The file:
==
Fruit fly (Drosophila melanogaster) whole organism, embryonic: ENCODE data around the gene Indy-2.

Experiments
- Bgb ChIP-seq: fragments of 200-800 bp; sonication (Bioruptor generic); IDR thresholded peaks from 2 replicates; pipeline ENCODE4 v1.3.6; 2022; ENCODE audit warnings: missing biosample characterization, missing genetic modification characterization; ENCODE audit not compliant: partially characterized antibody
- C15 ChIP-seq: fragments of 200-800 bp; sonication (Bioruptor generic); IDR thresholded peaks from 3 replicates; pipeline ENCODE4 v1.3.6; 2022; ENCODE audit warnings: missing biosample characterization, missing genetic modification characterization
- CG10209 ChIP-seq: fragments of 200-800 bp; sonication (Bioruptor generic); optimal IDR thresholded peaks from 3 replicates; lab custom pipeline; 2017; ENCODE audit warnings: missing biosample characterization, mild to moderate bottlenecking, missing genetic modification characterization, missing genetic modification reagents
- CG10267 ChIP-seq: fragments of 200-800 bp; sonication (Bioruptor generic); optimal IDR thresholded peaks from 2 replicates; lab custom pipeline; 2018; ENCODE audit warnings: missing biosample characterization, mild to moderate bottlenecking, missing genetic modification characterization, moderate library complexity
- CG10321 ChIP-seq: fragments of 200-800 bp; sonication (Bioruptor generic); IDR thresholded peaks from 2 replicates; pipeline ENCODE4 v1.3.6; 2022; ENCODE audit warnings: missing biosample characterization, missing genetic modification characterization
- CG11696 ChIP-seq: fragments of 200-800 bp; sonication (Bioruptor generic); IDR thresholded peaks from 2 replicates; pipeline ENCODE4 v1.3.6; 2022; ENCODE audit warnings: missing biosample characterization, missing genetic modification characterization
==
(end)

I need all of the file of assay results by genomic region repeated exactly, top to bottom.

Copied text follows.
Fruit fly (Drosophila melanogaster) whole organism, embryonic: ENCODE data around the gene Indy-2.

Experiments
- Bgb ChIP-seq: fragments of 200-800 bp; sonication (Bioruptor generic); IDR thresholded peaks from 2 replicates; pipeline ENCODE4 v1.3.6; 2022; ENCODE audit warnings: missing biosample characterization, missing genetic modification characterization; ENCODE audit not compliant: partially characterized antibody
- C15 ChIP-seq: fragments of 200-800 bp; sonication (Bioruptor generic); IDR thresholded peaks from 3 replicates; pipeline ENCODE4 v1.3.6; 2022; ENCODE audit warnings: missing biosample characterization, missing genetic modification characterization
- CG10209 ChIP-seq: fragments of 200-800 bp; sonication (Bioruptor generic); optimal IDR thresholded peaks from 3 replicates; lab custom pipeline; 2017; ENCODE audit warnings: missing biosample characterization, mild to moderate bottlenecking, missing genetic modification characterization, missing genetic modification reagents
- CG10267 ChIP-seq: fragments of 200-800 bp; sonication (Bioruptor generic); optimal IDR thresholded peaks from 2 replicates; lab custom pipeline; 2018; ENCODE audit warnings: missing biosample characterization, mild to moderate bottlenecking, missing genetic modification characterization, moderate library complexity
- CG10321 ChIP-seq: fragments of 200-800 bp; sonication (Bioruptor generic); IDR thresholded peaks from 2 replicates; pipeline ENCODE4 v1.3.6; 2022; ENCODE audit warnings: missing biosample characterization, missing genetic modification characterization
- CG11696 ChIP-seq: fragments of 200-800 bp; sonication (Bioruptor generic); IDR thresholded peaks from 2 replicates; pipeline ENCODE4 v1.3.6; 2022; ENCODE audit warnings: missing biosample characterization, missing genetic modification characterization